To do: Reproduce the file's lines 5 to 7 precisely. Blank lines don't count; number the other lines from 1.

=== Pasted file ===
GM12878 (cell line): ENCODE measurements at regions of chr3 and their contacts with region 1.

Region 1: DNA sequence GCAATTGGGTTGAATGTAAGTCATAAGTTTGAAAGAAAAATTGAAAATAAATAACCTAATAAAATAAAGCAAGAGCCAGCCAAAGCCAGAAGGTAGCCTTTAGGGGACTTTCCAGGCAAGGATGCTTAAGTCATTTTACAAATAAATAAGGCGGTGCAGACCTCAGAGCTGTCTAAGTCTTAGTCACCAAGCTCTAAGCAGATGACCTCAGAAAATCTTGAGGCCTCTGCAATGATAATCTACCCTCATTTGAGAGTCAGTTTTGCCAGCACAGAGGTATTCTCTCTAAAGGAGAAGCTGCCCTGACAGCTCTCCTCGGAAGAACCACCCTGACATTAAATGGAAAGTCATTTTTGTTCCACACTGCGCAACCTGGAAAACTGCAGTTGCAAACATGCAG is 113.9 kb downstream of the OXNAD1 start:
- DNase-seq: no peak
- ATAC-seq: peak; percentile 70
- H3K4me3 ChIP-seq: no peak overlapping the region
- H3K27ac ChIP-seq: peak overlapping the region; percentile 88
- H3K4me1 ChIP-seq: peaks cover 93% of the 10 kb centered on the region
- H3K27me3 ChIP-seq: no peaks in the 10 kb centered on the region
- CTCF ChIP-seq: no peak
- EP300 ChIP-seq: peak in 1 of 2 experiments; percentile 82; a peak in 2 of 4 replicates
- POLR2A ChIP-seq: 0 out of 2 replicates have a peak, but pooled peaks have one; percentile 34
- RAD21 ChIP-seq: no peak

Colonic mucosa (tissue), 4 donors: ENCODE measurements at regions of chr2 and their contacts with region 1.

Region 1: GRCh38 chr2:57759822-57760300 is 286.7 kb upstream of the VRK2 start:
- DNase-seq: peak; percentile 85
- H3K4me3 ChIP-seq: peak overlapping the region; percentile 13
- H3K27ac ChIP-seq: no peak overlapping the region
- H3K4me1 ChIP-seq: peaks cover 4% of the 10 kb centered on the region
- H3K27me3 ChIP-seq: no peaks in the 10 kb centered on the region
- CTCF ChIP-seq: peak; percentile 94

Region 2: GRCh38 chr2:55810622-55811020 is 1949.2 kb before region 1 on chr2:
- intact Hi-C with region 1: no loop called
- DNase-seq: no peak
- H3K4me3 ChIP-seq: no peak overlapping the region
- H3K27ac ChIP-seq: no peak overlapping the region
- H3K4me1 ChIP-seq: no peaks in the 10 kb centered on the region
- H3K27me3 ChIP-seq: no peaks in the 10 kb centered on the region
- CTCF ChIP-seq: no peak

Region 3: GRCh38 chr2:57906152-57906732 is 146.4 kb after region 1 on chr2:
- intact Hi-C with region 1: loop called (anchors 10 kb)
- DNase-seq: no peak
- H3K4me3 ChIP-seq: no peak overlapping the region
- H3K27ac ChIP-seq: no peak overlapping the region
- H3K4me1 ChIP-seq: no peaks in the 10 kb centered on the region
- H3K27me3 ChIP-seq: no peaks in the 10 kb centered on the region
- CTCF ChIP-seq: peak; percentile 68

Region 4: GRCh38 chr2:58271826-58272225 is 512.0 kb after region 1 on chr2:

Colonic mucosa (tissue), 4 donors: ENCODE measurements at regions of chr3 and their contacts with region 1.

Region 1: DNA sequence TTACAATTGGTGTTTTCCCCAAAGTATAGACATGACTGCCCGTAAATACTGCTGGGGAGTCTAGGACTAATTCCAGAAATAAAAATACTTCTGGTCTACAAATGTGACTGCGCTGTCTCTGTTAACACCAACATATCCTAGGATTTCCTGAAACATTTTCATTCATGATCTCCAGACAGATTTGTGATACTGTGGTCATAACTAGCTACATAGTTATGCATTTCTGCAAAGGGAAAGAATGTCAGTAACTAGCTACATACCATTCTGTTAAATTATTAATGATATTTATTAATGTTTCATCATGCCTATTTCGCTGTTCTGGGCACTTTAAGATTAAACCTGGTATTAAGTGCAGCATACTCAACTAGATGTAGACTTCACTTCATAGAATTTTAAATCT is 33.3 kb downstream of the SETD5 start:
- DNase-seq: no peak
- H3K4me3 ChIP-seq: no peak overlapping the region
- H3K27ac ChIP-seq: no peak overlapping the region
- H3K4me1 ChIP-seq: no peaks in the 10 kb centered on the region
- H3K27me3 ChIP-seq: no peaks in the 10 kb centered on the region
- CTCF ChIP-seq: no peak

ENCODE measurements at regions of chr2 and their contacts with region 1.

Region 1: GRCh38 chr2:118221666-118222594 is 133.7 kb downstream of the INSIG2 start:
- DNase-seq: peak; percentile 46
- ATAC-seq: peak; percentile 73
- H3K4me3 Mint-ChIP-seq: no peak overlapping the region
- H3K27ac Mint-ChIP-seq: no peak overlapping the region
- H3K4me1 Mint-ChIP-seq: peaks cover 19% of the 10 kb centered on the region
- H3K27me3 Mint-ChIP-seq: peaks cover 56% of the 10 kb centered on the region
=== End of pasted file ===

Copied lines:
- H3K4me3 ChIP-seq: no peak overlapping the region
- H3K27ac ChIP-seq: peak overlapping the region; percentile 88
- H3K4me1 ChIP-seq: peaks cover 93% of the 10 kb centered on the region